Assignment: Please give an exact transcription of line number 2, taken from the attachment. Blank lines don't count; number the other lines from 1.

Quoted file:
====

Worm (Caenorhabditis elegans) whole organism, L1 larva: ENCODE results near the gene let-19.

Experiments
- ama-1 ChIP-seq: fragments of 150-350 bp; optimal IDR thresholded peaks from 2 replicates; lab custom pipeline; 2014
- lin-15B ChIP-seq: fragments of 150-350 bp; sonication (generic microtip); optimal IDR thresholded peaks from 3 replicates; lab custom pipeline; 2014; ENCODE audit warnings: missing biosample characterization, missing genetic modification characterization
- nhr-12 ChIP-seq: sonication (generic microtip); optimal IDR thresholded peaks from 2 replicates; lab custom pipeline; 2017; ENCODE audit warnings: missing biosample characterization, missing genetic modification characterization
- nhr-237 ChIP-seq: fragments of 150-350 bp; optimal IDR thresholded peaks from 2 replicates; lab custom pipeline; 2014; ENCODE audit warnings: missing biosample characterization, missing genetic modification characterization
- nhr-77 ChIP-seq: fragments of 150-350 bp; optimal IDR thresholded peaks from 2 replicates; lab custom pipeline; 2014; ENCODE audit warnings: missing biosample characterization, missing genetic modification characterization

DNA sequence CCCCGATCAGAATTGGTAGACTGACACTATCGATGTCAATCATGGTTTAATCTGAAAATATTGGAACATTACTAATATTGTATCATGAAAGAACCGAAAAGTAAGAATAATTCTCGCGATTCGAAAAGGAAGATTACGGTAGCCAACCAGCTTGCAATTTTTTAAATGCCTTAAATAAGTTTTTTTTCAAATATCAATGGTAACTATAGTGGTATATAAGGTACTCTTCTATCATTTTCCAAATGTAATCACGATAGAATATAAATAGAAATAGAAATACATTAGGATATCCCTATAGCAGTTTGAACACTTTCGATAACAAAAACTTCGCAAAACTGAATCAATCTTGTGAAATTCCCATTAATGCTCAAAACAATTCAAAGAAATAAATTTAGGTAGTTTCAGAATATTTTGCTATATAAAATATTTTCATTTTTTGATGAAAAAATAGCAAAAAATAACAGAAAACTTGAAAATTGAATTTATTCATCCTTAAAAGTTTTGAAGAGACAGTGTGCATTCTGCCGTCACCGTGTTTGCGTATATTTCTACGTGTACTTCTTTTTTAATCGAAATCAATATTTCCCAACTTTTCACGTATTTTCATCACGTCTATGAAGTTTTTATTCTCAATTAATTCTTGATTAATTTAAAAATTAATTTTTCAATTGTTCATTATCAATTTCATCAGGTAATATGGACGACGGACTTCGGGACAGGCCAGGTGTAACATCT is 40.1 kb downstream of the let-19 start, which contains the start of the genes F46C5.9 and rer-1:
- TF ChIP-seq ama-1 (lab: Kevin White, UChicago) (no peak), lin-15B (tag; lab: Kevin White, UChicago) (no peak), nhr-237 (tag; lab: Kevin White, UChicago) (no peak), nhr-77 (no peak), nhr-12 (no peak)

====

Experiments